First, one doesn't need too much Chern-Simons handwaving to say that $c_L=24 k_L$ etc. The three-dimensional action of general relativity may be rewritten so that it only depends on $l/G$ where $G$ is Newton's constant (of dimension length) and $l$ is the curvature radius, so that $2/l^2$ is the cosmological constant term added to $R$ in the Einstein-Hilbert action.

Brown and Henneaux have studied the asymptotic action of the Virasoro group on the three-dimensional spacetime and from the commutators, they could simply determine that $c_L=c_R=3l/2G$. Now, $l/G$ is a multiple of 16 - it's plausible that one needs the Chern-Simons variables to argue this much (one uses the integer-valuedness of the levels). But the isomorphism between CS and GR works perturbatively.

Also, if $c_L$ and $c_R$ differ, it's still true that $c_L-c_R$ must be a multiple of 24 for any CFT - not just CFTs that are the duals of some AdS space. This follows from the $\tau\to\tau+1$ modular transformations of the torus - or, equivalently, from the requirement that $L_0-\tilde L_0$ has to be integer-valued for physical states (the implication holds because the ground states have energies $-c_{L,R}/24$).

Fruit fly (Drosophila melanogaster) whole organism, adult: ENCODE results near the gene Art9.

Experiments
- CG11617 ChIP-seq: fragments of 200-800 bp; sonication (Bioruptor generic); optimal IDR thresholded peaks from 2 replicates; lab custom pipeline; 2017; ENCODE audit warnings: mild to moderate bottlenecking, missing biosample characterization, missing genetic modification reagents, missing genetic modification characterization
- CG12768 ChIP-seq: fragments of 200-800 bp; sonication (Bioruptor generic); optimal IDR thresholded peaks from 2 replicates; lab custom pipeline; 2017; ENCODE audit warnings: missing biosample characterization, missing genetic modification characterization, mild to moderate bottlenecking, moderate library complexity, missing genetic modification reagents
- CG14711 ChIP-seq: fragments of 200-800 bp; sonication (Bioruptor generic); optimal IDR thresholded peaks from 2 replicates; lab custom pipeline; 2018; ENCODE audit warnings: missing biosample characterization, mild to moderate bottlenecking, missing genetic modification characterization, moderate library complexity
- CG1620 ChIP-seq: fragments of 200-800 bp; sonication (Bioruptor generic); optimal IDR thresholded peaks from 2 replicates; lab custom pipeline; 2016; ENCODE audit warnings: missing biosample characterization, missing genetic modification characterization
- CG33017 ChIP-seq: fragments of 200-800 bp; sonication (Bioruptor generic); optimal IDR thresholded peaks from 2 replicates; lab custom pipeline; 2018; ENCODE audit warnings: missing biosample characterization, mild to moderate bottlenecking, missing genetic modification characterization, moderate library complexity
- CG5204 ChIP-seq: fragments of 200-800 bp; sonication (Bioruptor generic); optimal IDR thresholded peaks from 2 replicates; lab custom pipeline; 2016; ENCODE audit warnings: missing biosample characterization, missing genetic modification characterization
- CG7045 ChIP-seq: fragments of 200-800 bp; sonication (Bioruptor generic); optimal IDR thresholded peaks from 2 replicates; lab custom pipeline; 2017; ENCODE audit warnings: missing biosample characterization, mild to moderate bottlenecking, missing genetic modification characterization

It just happens that when you translate the levels of the Chern-Simons theory to the ground state energies of the boundary CFT, they're equal up to the sign. A necessary condition for holomorphic factorization of a CFT is that the ground state energies for the left-movers and right-movers are two integers - which naturally translates to the integrality of the levels.

Witten kind of assumed it was also a sufficient condition - i.e. that one can find a dual description with a monster symmetry not only for $k=1$ which is what he did but also for $k=2,3,\dots$. This naturally sounding conjecture was disproved, at least for $k=2$, by Davide Gaiotto by some representation theory of the monster group:

It seems pretty likely that the theories with the monster group symmetry don't exist for any higher $k$, either. It may still be the case that the higher $k$ CFT duals exist and have a smaller sporadic symmetry - much like the ABJM at a general level generalizes the BLG construction but reduces its symmetry.